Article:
I’m directing this one at my namesake Ms. Gadlin…albeit a bit late because you all can be pretty prolific with your daily posts and it’s taken me a minute to catch up.  🙂
 
Stephanie, I do thank you for your insights on the film and you have given me some food for thought on how the project can be perceived by others whose views may differ slightly from my own. I loved the film and still do, though I am now prompted to rent it and watch it again more critically after reading your post.
 
I had the pleasure of seeing “Crash” a week before its official release at the Denver Pan African Film Festival. One of the reasons I may view some of your points differently is because I had the added benefit of seeing the film with executive producer Don Cheadle in the audience, who conducted a Q&A session afterwards.  “White Hollywood” was not viewing this film as a propaganda machine. As a matter of fact, it was only through the involvement of Cheadle, fresh off of his Oscar nom for “Hotel Rwanda,” that the film ever made it to the big screen. Because of the inflammatory nature of the stereotypes depicted in the film and the various subject matter, it was exceedingly difficult for them to get the film made at all. Every one of those actors worked for Union scale, rather than their usual potential paydays, because they believed in the ideas set forth in that script. It was an ensemble piece in every sense of the word.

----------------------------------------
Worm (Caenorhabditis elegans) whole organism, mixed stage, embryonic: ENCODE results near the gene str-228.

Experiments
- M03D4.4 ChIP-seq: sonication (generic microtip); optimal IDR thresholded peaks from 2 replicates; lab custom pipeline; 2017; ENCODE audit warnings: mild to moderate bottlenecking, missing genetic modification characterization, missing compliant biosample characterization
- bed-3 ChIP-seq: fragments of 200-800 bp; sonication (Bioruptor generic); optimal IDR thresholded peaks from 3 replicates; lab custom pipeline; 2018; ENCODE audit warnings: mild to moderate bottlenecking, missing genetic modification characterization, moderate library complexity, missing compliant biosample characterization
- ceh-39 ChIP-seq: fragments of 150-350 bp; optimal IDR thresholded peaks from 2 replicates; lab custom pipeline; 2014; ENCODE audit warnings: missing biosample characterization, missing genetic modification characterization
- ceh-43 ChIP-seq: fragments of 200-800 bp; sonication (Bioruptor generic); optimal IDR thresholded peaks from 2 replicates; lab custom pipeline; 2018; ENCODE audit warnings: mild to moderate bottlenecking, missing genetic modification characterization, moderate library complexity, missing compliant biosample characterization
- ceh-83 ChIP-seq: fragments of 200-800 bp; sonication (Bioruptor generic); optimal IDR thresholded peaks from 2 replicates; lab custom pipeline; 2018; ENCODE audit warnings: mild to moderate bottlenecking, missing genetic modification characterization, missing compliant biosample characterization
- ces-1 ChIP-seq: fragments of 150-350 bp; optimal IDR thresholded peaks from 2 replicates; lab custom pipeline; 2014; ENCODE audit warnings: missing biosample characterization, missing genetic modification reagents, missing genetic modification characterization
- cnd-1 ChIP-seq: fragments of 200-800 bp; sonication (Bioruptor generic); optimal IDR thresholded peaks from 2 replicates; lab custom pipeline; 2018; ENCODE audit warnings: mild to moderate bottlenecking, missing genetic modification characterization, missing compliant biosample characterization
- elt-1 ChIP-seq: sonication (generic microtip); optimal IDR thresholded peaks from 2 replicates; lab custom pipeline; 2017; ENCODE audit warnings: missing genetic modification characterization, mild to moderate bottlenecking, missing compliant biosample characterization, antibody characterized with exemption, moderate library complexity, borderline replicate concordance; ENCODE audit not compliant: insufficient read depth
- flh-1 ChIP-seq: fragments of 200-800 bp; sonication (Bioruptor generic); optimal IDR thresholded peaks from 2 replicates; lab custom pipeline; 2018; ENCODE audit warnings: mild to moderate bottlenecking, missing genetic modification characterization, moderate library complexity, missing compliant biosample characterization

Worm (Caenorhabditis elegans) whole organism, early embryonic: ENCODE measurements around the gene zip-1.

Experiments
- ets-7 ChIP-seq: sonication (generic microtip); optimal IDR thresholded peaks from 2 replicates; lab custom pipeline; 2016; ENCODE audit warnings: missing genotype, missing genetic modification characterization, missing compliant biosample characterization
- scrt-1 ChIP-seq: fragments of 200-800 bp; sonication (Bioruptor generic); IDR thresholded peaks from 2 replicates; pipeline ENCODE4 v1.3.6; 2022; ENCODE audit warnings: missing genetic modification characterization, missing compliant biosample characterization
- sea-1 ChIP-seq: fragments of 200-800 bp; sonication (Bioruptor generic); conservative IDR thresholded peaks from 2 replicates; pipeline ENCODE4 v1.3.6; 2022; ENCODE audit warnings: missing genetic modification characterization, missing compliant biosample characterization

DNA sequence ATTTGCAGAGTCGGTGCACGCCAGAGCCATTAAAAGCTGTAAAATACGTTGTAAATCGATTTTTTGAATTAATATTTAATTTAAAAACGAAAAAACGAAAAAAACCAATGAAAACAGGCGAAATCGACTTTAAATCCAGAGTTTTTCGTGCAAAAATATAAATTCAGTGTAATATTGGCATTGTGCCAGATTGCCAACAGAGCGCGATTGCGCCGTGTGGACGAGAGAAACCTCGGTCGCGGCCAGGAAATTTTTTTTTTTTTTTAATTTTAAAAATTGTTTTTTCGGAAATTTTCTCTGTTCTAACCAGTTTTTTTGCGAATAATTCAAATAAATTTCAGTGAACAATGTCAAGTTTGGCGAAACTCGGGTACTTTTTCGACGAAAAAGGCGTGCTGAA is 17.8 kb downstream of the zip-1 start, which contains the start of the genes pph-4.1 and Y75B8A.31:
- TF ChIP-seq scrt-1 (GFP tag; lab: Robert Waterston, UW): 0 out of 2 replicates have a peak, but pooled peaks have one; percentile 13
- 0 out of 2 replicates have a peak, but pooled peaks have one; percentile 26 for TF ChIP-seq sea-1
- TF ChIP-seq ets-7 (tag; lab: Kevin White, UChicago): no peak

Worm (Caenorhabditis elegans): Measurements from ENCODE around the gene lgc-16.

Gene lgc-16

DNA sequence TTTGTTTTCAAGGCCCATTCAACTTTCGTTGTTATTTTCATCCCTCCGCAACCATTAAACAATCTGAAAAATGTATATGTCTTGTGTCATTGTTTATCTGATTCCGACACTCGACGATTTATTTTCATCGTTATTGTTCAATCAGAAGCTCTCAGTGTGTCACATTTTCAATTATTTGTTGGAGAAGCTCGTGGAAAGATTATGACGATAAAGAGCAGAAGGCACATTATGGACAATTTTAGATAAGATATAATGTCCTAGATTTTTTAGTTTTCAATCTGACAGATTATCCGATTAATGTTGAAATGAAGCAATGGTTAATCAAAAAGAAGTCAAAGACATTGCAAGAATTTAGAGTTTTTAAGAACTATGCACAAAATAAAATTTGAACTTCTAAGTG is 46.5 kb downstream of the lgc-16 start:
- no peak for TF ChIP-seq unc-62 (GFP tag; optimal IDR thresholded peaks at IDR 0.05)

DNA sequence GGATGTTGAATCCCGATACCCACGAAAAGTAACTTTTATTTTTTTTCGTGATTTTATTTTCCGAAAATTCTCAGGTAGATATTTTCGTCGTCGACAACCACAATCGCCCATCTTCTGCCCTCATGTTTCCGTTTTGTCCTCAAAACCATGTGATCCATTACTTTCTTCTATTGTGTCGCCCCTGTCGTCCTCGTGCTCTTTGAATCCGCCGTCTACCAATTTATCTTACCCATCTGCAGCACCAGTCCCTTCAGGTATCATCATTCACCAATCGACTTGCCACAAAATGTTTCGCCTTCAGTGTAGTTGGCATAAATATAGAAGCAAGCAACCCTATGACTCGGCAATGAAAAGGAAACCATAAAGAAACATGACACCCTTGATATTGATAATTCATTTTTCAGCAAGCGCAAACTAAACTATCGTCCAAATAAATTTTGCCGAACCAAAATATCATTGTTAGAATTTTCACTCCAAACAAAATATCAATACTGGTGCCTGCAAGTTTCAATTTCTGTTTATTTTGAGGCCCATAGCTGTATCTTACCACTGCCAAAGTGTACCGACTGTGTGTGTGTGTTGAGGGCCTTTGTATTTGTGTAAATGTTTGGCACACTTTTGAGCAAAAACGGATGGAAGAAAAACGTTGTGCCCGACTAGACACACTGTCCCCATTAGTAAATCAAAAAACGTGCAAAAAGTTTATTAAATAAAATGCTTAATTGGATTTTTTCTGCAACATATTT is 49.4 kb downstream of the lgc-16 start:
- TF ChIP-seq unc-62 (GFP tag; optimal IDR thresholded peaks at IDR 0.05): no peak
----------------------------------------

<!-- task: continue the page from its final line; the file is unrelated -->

What I appreciated about the film is that no one was “let off of the hook” when it came to their beliefs and actions. One could certainly argue, as you have, that Terrence Howard’s character was not redeemed in the end. But to me, that was necessary and the point. Many of the people (of all races) who take a righteous road in Hollywood do not work often or again, period. Doesn’t make it right, but it’s reality. [Think about all of the drama that the Dixie Chicks have gone through from criticizing GWB] Like the film’s carjackers, we can all probably sing sad songs about intelligent hoodlums we’ve known and loved, brothers who could hold down a “real job” but don’t, for any number of reasons…and then wind up in jail or dead. Likeable, loveable men who did what they felt they had to do, for better or worse. Redemption is truly in the eye of the beholder.
 
But the essence of the message in “Crash” was cause and effect. We make choices every day to say and do certain things based on our experiences and circumstances. And we should be mindful that not everyone sees and reacts in the way that we would to these same stimuli. Ultimately, we are ALL responsible for the choices we make and the ripple effect that they create in our lives and those around us. Though I may not agree with how certain things played out in the film, I do appreciate that I was presented with a film that made me think and feel in the first place, unlike much of the product that is put out by others in the industry. No offense…but I’ll take CRASH over THE COOKOUT and SOUL PLANE every single time.
 
Respectfully,